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Yunes v. United States Department of Justice

United States District Court, District of Columbia

June 26, 2017



          JOHN D.BATES United States District Judge.

         In this Freedom of Information Act ("FOIA") case, Edmon Elias Yunes filed requests with the Department of State and the Federal Bureau of Investigation ("FBI") seeking records to uncover why the United States identified him as a known or suspected terrorist and revoked his visa. In a prior decision, this Court granted summary judgment in favor of the United States on nearly all of Yunes's challenges to the government's FOIA responses. All that remains now is whether Yunes is entitled to a single four-page report withheld by the FBI. The Department of Justice ("DO J"), on behalf of the FBI, has filed a renewed motion for summary judgment, arguing that this report is properly withheld pursuant to FOIA Exemption 3, 5 U.S.C. § 552(b)(3), which protects records "specifically exempted from disclosure by statute." The Court agrees and hence will grant DOJ's renewed motion for summary judgment.


         In November 2010, Yunes, a citizen of the Dominican Republic, had his United States visa revoked when DOJ's Terrorist Screening Center identified him as a known or suspected terrorist. Compl. [ECF No. 1] ¶ 4. Believing that his visa was improperly revoked, Yunes filed FOIA requests with the Department of State and the FBI seeking records regarding his terrorist or criminal activities, in order to uncover why the government deemed him ineligible to enter the United States. LI ¶¶ 13, 18. Four months after filing these requests, Yunes filed this lawsuit alleging that the agencies had failed to conduct an adequate search of their records and to produce responsive records. See generally Id. Thereafter, the agencies completed their searches, produced a small number of responsive documents, and withheld most of the responsive documents under various FOIA exemptions. See Dep't of State's Statement of Material Facts [ECF No. 40] ¶¶ 3-5; DOJ's Statement of Material Facts [ECF No. 48] ¶ 22. The parties then filed cross-motions for summary judgment. See Dep't of State's Mot. for Summ. J. [ECF No. 40]; DOJ'sMot. for Summ. J. [ECF No. 48]; Pl.'s Cross Mot. for Summ. J. [ECF No. 53].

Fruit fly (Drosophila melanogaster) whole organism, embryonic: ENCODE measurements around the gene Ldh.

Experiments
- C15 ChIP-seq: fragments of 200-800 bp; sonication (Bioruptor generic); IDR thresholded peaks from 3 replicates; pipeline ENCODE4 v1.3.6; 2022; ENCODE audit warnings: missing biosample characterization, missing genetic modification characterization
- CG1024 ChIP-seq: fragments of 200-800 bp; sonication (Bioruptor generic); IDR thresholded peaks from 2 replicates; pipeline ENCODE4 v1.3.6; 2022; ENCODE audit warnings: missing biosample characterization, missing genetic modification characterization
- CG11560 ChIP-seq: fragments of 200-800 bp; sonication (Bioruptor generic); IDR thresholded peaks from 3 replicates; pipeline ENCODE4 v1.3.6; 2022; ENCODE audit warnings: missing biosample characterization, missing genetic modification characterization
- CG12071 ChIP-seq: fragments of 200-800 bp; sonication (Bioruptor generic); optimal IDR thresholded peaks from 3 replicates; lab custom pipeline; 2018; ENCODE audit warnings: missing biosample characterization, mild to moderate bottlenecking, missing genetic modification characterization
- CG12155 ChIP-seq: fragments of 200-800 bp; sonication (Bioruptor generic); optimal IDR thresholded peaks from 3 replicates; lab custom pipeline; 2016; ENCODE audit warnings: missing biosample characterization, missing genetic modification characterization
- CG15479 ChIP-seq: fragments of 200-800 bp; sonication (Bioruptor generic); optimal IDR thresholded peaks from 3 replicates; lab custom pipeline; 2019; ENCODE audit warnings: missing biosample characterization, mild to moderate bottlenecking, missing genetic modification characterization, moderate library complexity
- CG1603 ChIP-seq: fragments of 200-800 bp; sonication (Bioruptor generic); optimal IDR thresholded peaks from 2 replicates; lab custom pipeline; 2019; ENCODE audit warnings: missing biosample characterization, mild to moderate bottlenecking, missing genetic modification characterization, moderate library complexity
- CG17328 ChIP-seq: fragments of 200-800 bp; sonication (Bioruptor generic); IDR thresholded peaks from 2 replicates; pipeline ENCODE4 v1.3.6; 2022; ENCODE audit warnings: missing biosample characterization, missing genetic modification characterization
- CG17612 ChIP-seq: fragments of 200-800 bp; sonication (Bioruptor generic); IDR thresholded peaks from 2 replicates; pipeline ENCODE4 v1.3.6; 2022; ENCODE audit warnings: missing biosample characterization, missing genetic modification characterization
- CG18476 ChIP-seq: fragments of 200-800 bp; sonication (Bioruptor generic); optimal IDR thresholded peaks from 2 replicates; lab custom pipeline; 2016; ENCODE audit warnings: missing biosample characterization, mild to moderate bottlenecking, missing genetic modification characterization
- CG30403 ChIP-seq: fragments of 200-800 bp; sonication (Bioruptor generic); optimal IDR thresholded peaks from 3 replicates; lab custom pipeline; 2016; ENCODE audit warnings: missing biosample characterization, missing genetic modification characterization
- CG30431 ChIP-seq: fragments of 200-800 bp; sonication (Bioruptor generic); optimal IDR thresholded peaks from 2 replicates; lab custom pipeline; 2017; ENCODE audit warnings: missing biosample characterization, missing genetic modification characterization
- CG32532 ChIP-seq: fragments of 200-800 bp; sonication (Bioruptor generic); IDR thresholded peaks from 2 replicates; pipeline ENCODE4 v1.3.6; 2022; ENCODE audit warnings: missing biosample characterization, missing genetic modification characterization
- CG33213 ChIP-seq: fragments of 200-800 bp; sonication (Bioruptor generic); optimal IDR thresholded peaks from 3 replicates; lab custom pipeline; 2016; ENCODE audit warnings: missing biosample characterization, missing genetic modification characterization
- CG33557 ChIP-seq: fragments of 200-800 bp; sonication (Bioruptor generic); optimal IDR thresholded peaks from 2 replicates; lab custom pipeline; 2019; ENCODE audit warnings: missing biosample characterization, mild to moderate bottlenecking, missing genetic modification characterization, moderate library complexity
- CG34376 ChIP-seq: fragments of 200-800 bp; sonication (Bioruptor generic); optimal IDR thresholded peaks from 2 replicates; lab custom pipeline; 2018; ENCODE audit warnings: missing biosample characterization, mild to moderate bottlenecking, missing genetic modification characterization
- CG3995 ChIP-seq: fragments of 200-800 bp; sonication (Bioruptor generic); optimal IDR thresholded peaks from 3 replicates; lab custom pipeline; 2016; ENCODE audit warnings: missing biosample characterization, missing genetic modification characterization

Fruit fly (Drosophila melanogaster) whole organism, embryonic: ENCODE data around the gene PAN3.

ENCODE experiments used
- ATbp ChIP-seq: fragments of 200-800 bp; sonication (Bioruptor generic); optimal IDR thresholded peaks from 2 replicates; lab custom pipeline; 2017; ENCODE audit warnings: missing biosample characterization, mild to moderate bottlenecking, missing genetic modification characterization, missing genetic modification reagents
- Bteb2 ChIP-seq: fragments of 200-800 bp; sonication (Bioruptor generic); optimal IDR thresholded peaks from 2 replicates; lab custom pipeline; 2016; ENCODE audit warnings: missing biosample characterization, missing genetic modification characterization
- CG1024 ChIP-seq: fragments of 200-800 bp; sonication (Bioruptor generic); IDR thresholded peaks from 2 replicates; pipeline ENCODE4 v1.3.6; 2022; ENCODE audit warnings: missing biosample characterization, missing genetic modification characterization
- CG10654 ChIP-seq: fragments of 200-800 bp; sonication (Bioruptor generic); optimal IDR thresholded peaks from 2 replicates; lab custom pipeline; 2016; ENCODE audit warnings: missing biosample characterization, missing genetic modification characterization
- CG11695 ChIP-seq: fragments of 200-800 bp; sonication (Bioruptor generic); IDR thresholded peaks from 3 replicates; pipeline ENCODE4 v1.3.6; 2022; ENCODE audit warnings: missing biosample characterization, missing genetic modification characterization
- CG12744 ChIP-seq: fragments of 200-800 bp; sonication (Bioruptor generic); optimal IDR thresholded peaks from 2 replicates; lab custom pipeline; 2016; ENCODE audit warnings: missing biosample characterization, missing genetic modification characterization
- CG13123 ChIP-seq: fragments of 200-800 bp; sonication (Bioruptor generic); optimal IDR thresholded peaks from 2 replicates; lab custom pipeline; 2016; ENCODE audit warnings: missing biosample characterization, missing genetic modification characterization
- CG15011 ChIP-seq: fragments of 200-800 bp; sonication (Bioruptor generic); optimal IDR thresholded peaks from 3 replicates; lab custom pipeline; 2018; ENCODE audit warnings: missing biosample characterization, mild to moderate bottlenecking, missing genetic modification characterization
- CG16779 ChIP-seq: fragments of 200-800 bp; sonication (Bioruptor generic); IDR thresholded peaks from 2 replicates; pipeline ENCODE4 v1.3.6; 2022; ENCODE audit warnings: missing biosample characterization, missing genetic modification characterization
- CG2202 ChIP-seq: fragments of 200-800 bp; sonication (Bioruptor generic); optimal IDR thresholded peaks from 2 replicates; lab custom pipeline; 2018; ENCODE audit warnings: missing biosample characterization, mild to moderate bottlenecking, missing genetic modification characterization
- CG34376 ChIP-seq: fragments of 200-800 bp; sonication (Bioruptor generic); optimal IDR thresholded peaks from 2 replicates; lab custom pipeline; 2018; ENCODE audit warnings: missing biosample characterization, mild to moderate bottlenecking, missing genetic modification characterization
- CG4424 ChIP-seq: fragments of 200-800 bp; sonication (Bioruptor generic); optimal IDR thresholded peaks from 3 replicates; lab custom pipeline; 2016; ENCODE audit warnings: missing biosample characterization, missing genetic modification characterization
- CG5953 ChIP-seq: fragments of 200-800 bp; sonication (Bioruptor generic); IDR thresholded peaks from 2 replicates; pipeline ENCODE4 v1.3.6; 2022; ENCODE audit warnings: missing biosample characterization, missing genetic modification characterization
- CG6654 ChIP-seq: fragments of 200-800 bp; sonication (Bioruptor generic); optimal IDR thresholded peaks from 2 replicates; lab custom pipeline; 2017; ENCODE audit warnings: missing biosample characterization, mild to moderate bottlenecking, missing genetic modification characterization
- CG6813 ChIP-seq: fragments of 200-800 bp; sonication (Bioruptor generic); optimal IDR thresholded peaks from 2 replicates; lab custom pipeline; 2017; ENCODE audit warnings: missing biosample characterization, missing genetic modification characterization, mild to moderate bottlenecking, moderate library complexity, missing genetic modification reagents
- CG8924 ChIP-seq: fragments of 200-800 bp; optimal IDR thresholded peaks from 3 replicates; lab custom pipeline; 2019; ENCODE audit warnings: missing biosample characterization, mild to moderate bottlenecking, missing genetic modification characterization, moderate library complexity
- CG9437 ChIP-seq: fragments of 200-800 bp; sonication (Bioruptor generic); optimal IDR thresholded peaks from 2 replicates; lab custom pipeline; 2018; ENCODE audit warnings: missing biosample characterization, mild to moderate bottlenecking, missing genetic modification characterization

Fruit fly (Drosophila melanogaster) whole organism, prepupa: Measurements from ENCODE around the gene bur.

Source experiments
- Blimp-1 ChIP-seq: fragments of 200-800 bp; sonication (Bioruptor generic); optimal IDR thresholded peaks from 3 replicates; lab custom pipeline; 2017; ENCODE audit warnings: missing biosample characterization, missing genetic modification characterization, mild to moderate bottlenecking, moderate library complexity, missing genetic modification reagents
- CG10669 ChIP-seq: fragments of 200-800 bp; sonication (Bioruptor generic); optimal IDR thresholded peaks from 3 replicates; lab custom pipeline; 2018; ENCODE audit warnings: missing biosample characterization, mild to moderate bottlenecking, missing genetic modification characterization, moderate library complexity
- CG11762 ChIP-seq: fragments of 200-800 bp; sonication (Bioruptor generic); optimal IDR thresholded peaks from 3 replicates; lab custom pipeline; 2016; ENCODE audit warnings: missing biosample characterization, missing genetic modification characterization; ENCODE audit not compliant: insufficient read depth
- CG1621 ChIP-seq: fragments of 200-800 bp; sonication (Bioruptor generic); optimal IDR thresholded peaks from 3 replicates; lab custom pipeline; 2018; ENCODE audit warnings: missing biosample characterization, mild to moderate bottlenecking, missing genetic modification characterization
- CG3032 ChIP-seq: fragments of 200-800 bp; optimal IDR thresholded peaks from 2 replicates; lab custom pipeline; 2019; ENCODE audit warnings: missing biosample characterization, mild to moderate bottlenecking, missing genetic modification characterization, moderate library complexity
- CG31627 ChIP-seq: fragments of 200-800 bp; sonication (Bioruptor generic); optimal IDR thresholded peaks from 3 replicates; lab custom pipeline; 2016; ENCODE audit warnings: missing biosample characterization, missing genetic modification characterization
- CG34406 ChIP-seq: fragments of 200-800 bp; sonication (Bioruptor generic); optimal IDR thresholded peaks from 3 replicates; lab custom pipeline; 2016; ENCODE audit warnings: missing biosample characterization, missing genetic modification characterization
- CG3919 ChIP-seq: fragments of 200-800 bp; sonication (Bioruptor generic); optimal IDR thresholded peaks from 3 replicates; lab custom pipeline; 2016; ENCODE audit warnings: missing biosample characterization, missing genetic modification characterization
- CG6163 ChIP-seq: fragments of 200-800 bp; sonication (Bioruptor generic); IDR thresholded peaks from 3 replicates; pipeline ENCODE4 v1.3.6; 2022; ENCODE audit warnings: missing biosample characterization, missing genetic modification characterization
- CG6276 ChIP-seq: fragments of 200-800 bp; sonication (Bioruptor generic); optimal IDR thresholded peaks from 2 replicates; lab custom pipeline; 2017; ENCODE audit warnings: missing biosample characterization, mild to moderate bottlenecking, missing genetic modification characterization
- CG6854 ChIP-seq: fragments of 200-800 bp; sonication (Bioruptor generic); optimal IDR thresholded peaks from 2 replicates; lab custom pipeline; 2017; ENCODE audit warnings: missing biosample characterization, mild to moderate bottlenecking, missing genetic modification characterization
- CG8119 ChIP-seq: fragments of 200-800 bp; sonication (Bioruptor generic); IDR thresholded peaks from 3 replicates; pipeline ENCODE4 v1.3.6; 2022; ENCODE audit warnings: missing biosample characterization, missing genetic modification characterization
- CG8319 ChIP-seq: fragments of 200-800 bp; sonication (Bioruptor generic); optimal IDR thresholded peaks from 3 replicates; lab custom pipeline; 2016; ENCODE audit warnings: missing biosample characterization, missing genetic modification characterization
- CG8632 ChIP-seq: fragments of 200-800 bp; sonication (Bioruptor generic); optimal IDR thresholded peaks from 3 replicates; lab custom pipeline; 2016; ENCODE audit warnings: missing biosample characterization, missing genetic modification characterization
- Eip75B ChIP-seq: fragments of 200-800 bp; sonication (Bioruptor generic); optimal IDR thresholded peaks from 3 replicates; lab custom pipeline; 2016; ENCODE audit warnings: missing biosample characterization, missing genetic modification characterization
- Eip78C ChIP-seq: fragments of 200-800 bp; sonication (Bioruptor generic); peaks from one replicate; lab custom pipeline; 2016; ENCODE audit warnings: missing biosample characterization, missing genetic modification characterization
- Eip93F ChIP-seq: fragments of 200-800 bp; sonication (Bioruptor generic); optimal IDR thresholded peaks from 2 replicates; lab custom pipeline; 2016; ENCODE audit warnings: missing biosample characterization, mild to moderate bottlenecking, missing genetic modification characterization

Last year, this Court granted the Department of State's motion for summary judgment, granted in part DOJ's motion for summary judgment, and denied Yunes's cross-motion for summary judgment. See Aug. 26, 2016 Mem. Op. [ECF No. 62] at 18-19. The Court concluded that DO J had justified all of its withholdings except for a four-page document obtained by the FBI from the Department of Treasury, Financial Crimes Enforcement Network ("FinCEN"), which has primary responsibility for implementing the Bank Secrecy Act ("BSA"). See Id. at 13, 18-19; 2d Am. Hardy Decl. [ECF No. 46-2] ¶ 45. The purpose of the BSA is "to require certain reports or records where they have a high degree of usefulness in criminal, tax, or regulatory investigations or proceedings, or in the conduct of intelligence or counterintelligence activities." 31 U.S.C. § 5311. The BSA expressly exempts "report[s] and records of reports" collected under the BSA from disclosure under FOIA. See 31 U.S.C. § 5319.

         The Court previously found that the FBI's statement that the withheld document contained "information obtained through the BSA" was insufficient to invoke Exemption 3 because it "[did] not specify that the withheld information is derived from BSA reports or records of reports." Aug. 26, 2016 Mem. Op. at 13. Thus, this statement left open the possibility that the withheld document contained "information gathered pursuant to BSA provisions other than the reporting requirements, " which is not expressly exempted from disclosure under FOIA. Id. Rather than grant summary judgment to either party, the Court "g[a]ve the FBI another chance to explain why these pages can be withheld." Id. at 14. DOJ has now filed a renewed motion for summary judgment and provided further explanation as to why this document can be withheld under Exemption 3. See DOJ's Renewed Mot. Summ. J. [ECF No. 64].


         Under Federal Rule of Civil Procedure 56, summary judgment is appropriate if the movant shows that there is no genuine dispute as to any material fact and that it is entitled to judgment as a matter of law. Fed.R.Civ.P. 56(a). In a FOIA action, the agency "is entitled to summary judgment if no material facts are in dispute and if it demonstrates 'that each document that falls within the class requested either has been produced ... or is wholly exempt from [FOIA's] inspection requirements.'" Students Against Genocide v. Dep't of State, 257 F.3d 828, 833 (D.C. Cir. 2001) (quoting Goland v. CIA, 607 F.2d 339, 352 (D.C. Cir. 1978)). "FOIA cases typically and appropriately are decided on motions for summary judgment." Defs. of Wildlife v. U.S. Border Patrol, 623 F.Supp.2d 83, 87 (D.D.C. 2009); see also Bravton v. Office of the U.S. Trade Representative, 641 F.3d 521, 527 (D.C. Cir. 2011).